According to some state legislators, the answer is yes. Lawmakers in South Carolina are pushing legislation that would “make it illegal to transport immigrants anywhere, including a hospital” reports the New York Times. Fox News Phoenix reports that in Arizona, a bill has been introduced to “require hospitals, when admitting nonemergency cases, to confirm that a person seeking care is a U.S. citizen or in the country legally. In emergency cases where the patient isn’t here legally, the hospital would be required to call immigration authorities after the treatment is done. Hospitals in non-emergency situations would also be required to contact federal immigration authorities, but they would have more apparent discretion about whether to treat illegal immigrants.”

Such ill-advised efforts by states to criminalize health care for undocumented persons has led the American College of Physicians, the nation’s second largest physician organization, to speak out against “Any law that might require physicians to share confidential information, such as citizenship status to the authorities, that was gained through the patient–physician relationship conflicts with the ethical and professional duties of physicians.” ACP made this statement in a new position paper on immigrants’ access to health care released yesterday at its annual scientific meeting in San Diego, California. Read more »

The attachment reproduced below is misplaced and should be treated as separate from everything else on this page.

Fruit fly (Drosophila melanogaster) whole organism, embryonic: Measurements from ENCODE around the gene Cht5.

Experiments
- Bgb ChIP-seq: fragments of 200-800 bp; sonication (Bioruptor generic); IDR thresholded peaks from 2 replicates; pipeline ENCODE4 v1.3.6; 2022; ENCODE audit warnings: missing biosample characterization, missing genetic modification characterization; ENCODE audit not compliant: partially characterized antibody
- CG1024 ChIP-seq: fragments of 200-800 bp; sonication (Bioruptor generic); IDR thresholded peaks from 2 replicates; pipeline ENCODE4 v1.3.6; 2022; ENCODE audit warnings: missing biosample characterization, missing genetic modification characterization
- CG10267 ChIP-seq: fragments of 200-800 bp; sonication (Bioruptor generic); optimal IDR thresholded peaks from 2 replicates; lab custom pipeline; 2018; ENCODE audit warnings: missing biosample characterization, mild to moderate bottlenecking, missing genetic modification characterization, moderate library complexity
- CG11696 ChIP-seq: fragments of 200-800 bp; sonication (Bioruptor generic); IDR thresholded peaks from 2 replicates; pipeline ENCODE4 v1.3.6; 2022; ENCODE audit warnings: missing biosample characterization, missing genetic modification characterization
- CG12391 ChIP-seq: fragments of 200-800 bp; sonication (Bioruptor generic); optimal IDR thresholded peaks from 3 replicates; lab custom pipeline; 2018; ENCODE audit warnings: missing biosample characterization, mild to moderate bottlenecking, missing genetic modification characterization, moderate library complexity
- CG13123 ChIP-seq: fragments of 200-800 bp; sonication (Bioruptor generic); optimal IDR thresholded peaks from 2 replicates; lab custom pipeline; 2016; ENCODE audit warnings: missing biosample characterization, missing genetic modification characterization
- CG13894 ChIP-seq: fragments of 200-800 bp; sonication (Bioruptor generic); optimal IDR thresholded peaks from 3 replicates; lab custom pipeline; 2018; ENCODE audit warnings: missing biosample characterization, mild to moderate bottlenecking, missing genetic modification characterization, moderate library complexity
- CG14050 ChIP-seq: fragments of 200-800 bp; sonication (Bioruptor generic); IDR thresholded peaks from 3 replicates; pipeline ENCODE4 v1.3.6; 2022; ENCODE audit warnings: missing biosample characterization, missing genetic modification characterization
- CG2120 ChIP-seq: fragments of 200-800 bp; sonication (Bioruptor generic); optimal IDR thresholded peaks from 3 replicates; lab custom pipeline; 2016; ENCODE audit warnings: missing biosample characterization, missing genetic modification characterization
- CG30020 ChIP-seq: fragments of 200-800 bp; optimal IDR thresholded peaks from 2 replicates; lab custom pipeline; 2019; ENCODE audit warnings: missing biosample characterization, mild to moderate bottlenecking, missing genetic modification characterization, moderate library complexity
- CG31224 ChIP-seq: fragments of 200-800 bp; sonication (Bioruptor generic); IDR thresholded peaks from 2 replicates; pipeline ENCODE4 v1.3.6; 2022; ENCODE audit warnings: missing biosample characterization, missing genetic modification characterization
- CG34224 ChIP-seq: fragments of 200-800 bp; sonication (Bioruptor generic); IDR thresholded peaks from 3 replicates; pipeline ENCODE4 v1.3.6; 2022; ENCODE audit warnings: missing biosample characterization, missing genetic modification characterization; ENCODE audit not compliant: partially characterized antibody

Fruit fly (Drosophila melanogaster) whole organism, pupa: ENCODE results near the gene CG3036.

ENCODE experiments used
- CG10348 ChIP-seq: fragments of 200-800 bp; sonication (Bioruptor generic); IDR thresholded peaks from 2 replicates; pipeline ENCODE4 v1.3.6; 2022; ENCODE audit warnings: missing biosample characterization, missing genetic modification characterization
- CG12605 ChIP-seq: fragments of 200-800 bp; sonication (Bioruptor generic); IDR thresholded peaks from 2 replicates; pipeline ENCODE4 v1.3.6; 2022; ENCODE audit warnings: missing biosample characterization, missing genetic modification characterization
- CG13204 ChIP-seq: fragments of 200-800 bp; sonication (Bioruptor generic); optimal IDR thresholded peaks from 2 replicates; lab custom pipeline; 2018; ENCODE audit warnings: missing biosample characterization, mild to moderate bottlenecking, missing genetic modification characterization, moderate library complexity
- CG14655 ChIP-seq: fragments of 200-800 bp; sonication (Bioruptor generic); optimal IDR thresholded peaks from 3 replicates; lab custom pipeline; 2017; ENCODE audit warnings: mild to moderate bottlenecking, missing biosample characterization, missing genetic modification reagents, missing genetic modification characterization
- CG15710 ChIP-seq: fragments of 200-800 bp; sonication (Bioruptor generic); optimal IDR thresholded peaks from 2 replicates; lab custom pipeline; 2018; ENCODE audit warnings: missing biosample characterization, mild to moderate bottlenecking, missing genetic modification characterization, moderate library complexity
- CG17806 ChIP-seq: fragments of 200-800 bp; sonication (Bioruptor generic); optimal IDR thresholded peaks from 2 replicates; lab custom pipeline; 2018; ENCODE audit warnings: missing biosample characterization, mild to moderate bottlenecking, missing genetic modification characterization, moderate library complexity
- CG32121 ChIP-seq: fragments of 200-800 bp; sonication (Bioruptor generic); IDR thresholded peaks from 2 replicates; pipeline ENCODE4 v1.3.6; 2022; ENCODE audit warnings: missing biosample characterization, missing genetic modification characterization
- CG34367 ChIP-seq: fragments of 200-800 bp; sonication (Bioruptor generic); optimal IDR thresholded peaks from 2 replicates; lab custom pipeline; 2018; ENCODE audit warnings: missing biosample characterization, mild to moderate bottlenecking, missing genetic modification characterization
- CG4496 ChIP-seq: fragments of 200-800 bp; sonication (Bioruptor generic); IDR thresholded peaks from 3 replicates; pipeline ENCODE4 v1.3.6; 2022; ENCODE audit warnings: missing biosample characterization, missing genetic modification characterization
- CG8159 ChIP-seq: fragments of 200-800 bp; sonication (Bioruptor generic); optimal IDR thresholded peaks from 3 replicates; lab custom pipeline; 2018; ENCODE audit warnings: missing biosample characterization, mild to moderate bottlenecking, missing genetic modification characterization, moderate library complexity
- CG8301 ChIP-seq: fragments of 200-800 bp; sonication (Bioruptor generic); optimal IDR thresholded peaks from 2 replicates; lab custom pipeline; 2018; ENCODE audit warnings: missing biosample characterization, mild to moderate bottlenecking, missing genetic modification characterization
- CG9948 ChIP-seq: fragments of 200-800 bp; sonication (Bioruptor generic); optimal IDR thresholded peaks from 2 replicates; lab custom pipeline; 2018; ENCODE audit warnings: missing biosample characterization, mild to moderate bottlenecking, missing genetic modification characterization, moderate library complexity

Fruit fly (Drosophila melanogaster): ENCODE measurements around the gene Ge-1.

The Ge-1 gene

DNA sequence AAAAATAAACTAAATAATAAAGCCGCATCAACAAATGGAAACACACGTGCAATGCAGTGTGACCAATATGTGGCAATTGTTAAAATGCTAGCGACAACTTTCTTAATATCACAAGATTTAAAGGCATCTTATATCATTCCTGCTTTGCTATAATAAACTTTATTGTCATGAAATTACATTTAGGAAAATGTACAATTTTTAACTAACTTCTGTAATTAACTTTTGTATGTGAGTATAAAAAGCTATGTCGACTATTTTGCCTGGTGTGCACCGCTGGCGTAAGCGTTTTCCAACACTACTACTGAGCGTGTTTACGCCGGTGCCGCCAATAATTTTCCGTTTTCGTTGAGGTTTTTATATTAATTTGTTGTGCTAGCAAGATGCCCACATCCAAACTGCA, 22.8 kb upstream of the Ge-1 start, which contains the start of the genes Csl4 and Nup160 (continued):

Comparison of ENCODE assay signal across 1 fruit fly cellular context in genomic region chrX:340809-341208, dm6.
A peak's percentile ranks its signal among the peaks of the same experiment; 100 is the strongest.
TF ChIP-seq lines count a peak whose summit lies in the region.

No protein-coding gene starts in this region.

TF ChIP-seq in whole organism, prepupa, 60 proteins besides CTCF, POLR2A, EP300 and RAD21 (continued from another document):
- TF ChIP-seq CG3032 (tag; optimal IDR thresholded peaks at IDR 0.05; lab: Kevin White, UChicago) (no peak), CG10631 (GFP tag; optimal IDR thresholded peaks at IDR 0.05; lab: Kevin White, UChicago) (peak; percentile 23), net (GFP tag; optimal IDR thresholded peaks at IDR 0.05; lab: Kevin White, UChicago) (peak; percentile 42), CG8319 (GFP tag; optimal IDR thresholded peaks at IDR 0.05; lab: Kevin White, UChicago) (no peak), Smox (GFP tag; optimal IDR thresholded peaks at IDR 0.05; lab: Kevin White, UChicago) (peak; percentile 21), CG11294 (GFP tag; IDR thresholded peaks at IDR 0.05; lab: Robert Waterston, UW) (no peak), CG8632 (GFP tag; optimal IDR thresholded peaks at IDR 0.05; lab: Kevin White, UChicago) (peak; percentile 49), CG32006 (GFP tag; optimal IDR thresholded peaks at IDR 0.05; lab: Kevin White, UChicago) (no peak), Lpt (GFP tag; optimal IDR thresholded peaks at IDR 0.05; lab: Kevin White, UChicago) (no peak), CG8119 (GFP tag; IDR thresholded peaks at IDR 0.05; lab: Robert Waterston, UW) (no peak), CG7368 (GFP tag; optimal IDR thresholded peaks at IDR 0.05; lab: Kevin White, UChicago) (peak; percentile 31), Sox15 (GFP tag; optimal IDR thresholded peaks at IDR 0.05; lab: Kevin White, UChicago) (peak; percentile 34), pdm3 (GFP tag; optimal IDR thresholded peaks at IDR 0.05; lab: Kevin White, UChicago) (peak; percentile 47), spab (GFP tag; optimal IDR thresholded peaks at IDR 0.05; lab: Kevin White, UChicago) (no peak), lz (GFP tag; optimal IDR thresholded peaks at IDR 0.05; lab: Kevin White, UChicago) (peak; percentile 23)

*This blog post was originally published at The ACP Advocate Blog by Bob Doherty*

ER Physicians Are The Number One User Of Mobile Apps

At iMedicalApps, we’re always wary of physician surveys that claim to predict mobile use. We even did a feature article highlighting how sampling bias could be inflating the numbers of many of these surveys.

With that said, Bulletin Healthcare just released a survey based on a large sample size of physicians, using the following methods:

The analysis, based on the reading habits of more than 550,000 healthcare providers, including more than 400,000 physicians who subscribe to Bulletin Healthcare’s daily email briefings, focused on mobile device usage between June 1, 2010 and February 28, 2011.

While the report went on to talk about the increased usage of mobile devices by physicians, with Apple continuing to dominate the market — the iPhone and iPad had a more than 90% share of physician use — we were more interested by the intriguing comparison of physician mobile use by speciality.

Their survey found that Emergency Medicine physicians and cardiologists were the highest users of mobile devices and content, while Pathologists and Oncologists were the lowest. Of note, the survey looked at specialists, not primary care. Emergency Medicine physicians had more than double the usage of mobile technology than Pathologists, 40% verse 16%. Read more »

*This blog post was originally published at iMedicalApps*

Physicians And Hospitals Protect Their Turf With Patient-Safety Arguments

Prototype ‘BS’ meter.

So many folks express views that are obviously self-serving, but they try to masquerade them as altruistic positions that benefit some other constituency. These attempts usually fool no one, but yet these performances are common and ongoing. They are potent fertilizer for cynicism.